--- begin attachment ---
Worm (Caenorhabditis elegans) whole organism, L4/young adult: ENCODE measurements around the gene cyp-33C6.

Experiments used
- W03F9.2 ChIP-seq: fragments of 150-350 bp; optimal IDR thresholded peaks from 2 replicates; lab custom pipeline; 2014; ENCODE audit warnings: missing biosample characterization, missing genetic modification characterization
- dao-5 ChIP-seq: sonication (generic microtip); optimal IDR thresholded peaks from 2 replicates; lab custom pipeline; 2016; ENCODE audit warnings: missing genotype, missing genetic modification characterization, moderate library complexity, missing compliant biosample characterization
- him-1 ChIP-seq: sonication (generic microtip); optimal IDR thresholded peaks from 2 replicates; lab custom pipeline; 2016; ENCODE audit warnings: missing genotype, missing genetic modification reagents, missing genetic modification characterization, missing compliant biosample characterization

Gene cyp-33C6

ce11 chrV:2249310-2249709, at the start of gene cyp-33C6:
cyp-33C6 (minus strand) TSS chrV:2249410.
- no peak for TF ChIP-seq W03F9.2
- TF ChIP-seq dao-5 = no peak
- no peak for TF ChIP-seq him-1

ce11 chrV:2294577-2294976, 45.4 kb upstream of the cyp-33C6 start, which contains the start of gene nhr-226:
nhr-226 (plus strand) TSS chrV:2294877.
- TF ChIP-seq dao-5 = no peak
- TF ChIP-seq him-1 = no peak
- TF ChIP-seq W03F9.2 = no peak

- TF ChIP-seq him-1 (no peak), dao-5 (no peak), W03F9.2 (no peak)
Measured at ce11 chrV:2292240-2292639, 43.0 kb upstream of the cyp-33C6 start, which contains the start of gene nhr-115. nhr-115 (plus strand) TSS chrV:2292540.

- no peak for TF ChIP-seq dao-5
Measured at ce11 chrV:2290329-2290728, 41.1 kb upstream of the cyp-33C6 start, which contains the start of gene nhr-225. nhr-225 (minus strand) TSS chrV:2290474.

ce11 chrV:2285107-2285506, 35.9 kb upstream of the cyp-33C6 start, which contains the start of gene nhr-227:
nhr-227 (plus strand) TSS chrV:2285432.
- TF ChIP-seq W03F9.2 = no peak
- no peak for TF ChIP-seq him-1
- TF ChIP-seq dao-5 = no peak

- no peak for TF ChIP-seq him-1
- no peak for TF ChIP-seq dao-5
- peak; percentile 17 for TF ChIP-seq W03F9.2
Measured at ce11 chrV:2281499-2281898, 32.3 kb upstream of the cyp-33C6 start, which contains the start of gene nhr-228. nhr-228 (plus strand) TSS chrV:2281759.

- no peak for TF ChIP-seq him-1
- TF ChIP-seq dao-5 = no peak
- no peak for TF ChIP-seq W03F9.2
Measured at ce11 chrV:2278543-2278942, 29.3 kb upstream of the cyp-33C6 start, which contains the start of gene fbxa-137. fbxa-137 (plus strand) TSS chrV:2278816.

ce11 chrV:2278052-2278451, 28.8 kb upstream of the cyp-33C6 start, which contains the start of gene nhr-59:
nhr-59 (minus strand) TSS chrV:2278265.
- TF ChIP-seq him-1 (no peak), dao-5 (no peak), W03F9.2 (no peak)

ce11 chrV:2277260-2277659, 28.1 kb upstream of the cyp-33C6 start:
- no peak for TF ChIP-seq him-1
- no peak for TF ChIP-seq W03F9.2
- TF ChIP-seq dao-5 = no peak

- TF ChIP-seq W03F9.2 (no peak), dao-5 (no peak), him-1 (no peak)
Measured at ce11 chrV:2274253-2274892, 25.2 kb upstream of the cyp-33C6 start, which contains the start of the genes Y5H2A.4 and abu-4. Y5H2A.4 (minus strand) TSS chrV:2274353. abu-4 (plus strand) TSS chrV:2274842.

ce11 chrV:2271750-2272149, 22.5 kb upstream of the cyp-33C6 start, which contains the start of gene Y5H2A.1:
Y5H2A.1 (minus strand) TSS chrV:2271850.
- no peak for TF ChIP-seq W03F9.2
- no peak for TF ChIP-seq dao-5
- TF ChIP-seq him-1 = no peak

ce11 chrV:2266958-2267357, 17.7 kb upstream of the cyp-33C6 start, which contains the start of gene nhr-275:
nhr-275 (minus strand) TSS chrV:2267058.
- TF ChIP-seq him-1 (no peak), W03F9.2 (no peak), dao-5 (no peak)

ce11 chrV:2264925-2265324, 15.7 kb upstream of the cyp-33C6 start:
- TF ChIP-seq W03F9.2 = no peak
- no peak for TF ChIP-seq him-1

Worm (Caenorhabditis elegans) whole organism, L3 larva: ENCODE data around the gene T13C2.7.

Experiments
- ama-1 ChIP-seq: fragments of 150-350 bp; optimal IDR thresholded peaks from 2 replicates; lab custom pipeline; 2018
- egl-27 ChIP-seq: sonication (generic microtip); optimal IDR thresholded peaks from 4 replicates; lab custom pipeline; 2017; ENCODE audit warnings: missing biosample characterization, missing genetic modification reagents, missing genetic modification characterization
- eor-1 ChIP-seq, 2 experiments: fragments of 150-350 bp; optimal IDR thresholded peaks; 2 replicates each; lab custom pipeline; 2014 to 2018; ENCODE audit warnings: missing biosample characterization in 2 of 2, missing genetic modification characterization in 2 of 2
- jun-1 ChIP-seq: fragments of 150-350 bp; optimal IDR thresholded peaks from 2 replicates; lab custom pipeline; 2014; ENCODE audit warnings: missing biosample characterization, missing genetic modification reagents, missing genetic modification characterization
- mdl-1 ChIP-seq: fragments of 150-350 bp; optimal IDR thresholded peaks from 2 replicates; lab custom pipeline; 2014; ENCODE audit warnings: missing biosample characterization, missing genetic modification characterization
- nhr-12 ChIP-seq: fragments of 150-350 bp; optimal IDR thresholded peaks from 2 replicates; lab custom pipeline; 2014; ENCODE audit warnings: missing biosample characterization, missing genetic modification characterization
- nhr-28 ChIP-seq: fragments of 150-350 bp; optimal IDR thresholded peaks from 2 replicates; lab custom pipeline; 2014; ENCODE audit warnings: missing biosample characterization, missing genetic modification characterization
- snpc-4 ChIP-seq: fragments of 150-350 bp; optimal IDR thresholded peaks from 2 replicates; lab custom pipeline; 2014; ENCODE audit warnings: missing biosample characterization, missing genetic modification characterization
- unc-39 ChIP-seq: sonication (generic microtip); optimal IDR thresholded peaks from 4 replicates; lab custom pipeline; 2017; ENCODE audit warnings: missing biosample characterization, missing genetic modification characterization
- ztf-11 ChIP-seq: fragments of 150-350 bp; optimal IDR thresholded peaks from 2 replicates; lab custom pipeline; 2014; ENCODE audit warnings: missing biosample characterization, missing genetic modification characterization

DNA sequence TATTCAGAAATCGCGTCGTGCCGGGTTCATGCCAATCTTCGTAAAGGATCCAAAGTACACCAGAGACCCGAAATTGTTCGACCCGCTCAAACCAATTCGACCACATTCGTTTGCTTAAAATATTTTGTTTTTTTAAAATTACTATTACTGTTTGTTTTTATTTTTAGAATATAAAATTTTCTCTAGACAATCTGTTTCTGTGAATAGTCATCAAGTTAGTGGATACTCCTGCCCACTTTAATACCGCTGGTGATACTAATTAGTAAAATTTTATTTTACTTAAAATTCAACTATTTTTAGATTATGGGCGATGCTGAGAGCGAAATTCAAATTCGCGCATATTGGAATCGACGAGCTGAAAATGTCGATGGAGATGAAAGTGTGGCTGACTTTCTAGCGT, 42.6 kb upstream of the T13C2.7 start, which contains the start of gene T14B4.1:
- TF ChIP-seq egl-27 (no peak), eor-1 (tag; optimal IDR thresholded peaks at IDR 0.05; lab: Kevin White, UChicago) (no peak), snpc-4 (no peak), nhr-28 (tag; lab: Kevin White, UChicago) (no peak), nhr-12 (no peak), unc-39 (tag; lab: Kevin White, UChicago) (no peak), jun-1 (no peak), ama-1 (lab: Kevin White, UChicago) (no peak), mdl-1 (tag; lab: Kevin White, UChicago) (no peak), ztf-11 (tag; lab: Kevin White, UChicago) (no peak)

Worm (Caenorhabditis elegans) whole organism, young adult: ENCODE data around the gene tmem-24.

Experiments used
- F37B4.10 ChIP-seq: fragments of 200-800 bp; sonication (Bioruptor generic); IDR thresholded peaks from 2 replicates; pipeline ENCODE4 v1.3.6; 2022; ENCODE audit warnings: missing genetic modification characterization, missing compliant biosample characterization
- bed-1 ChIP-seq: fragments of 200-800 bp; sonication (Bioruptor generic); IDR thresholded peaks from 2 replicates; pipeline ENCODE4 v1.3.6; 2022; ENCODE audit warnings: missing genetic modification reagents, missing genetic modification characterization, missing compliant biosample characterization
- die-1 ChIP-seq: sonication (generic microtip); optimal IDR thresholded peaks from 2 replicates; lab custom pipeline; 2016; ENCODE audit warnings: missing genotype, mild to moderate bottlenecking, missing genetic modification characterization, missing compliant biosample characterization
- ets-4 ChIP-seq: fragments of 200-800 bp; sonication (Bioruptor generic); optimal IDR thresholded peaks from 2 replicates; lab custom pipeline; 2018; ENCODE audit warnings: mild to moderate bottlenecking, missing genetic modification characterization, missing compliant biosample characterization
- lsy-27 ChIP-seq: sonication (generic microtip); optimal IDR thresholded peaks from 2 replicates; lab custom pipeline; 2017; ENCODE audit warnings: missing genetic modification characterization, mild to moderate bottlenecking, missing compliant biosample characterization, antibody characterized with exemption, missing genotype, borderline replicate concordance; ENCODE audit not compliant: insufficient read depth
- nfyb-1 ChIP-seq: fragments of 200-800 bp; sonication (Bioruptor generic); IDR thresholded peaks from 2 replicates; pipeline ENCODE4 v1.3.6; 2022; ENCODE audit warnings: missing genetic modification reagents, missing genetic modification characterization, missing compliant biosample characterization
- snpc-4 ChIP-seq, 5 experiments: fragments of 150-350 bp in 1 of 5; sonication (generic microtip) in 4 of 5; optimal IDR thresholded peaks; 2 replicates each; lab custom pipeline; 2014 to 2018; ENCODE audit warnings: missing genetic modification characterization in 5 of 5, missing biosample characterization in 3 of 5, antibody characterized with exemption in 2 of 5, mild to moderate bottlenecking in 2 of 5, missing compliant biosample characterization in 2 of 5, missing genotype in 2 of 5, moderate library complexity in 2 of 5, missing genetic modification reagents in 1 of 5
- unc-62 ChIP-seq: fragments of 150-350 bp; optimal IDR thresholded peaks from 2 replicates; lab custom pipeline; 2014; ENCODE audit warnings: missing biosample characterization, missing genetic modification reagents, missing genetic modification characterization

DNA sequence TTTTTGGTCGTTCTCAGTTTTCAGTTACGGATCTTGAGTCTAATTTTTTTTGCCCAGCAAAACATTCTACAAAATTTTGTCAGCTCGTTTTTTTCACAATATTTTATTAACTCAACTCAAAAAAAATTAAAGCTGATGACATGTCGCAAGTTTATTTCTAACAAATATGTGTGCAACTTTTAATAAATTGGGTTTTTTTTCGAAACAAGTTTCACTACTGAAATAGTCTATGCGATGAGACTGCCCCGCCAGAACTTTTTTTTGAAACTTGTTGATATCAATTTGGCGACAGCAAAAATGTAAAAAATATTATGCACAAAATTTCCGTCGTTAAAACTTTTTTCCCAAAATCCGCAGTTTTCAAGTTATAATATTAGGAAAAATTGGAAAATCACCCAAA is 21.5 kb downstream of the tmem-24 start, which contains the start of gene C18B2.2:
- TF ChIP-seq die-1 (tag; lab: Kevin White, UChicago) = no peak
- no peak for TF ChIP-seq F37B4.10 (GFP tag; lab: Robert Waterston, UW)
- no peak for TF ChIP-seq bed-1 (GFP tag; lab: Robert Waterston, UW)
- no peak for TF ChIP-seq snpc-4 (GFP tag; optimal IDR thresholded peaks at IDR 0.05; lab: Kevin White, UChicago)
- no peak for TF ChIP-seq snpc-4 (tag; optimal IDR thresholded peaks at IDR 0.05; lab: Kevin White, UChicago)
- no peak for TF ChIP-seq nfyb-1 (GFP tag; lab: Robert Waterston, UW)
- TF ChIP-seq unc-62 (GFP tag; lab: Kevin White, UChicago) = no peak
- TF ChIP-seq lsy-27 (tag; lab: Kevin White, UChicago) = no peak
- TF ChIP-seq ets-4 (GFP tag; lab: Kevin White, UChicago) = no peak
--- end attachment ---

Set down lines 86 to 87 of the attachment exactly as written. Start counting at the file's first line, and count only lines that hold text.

- TF ChIP-seq lsy-27 (tag; lab: Kevin White, UChicago) = no peak
- TF ChIP-seq ets-4 (GFP tag; lab: Kevin White, UChicago) = no peak